potential to be smart materials, not only because of thecombination of the piezoelectric properties of PVDF and theconducting properties of CNTs, but also because of the higherlevels of -phase formation in the electrospun nanobers andthus the better piezoelectric properties.32,33 The electro-spinning process involves the uniaxial stretching of a viscouspolymer solution using a large electric potential;37 this processis expected to transform the -phase into a highly oriented -phase. In the present study, we examined the formation of the-phase in PVDF subjected to the electrospinning process; thechanges in ferroelectric and piezoelectric properties werecompared to those fabricated using a thermal press.33
Electrospun PVDF membranes containing 0.051.0 wt %carbon nanotubes were also produced to determine the eectsof multiwalled carbon nanotubes (MWCNTs) on theformation of the induced -phase crystallites and on theferroelectric and piezoelectric properties.
EXPERIMENTAL SECTIONMaterials. The polymer used in this experiment was a
semicrystalline PVDF (Atona, Kynar761) which has a numberaverage molecular weight of 5.2 105 Da. N,N-Dimethylace-tamide (DMAc) and acetone solvent were purchased fromFisher Scientic. MWCNTs (purity, >95%; average diameter,1015 nm) were purchased from Hanwha Nanotech Corp.(Korea).Preparation of Functionalized MWCNTs. Heat treat-
ment at 400 C was done in an oven for 3 h to removeimpurities such as amorphous carbon, catalyst metals, andgraphite particles.33,38 MWCNTs were then put in aconcentrated H2SO4/HNO3 (1:3, vol %) solution and stirredfor 48 h. Ultrasonication was applied for 2 h to remove furtherimpurities and to maximize the number of carboxylic acidgroups on the surface of the MWCNTs with little destructionof the tube walls.39,40 Extra acid was removed by ltrationthrough a 0.4 m PVDF porous membrane. The MWCNTslurry was rinsed with distilled water several times. TheMWCNTs were dried in a vacuum oven at 80 C overnight.The functionalized MWCNTs were dispersed in DMAc solventby using an ultrasonic bath for 30 min. This MWCNT solutionwas stable for a month.Fabrication of Electrospun Membranes. Figure 1 shows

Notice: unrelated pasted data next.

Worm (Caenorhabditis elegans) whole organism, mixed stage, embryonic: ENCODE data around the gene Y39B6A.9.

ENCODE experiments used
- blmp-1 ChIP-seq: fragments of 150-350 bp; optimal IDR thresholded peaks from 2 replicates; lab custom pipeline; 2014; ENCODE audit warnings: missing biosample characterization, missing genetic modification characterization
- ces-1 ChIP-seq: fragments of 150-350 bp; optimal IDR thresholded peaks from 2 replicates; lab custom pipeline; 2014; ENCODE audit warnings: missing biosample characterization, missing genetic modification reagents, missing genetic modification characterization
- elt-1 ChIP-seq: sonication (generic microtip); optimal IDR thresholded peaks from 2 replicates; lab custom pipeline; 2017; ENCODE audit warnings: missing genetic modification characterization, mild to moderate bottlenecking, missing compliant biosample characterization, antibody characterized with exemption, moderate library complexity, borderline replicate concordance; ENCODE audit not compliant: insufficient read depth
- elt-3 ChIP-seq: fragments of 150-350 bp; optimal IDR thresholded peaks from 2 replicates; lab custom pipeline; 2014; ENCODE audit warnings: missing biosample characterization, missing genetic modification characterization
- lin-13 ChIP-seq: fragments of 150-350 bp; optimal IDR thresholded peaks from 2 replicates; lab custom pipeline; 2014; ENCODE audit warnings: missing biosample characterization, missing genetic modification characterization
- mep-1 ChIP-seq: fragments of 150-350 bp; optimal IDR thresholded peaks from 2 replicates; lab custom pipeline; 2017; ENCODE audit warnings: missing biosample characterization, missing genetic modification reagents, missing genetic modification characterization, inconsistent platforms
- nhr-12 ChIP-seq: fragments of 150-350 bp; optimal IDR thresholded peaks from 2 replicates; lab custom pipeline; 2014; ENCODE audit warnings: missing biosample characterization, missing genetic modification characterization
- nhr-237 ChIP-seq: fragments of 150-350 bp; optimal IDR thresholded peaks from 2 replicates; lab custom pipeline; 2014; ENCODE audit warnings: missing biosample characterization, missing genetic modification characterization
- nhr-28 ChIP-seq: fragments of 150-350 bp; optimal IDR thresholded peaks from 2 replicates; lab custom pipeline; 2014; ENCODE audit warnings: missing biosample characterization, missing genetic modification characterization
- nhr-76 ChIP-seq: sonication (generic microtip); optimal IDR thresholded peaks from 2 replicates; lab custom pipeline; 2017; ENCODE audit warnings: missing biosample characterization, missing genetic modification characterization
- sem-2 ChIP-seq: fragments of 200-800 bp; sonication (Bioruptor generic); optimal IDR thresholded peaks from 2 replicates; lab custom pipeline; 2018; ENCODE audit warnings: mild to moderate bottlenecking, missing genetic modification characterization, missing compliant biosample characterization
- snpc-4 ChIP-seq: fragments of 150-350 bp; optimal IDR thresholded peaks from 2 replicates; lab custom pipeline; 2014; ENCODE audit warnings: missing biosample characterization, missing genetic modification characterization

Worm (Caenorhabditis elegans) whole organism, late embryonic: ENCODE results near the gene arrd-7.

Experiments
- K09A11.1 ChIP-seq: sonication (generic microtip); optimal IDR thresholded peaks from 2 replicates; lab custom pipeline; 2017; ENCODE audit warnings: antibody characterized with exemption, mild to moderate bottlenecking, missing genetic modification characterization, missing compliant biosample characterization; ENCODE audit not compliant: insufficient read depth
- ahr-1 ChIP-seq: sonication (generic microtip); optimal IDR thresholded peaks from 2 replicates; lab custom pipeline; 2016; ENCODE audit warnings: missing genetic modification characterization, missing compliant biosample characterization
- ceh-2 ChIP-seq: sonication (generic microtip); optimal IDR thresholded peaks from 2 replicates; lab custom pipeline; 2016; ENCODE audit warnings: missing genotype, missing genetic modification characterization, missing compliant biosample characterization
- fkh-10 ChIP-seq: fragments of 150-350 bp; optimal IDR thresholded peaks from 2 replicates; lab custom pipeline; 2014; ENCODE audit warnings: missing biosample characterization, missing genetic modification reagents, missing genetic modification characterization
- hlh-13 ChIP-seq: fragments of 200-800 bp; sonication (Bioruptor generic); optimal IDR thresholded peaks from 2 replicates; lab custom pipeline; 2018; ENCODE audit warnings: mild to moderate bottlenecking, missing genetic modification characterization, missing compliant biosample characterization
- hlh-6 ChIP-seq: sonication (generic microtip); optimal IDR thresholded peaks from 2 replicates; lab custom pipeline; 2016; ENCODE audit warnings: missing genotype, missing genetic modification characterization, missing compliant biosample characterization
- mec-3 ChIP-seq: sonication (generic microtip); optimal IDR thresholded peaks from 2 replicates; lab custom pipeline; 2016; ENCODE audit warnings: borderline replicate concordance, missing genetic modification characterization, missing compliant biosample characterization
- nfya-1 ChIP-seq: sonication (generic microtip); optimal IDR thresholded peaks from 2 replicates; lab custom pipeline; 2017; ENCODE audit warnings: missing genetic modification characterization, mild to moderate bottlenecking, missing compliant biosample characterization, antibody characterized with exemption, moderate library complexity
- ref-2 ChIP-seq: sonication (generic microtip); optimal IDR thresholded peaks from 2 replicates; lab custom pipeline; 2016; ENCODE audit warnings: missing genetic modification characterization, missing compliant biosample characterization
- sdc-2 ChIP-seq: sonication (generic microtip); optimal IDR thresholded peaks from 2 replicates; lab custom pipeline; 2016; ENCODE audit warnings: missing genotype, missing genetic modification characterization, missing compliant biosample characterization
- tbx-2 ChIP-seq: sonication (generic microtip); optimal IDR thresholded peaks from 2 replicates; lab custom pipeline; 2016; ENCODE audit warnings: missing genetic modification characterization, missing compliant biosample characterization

a schematic illustration of the setup used in this study. The
polymer solution lled the plastic syringe (Hamilton, 10 mL)with a metal needle (0.34 mm in diameter) connected to ahigh-voltage power supply of 14 kV. The syringe was placed inan automatic pump (KD Scientic, model 220). A groundedstainless steel plate was used for the collection of theelectrospun brous membrane with a thickness of approx-imately 100 m and dimensions of approximately 20 cm 30cm. The distance from the needle tip to the collector was set as15 cm. Electrospinning was done with an ejection rate of 40L/min from the syringe. In the electrospinning controlchamber, the temperature and humidity were set at 25 C and40%, respectively. After spinning,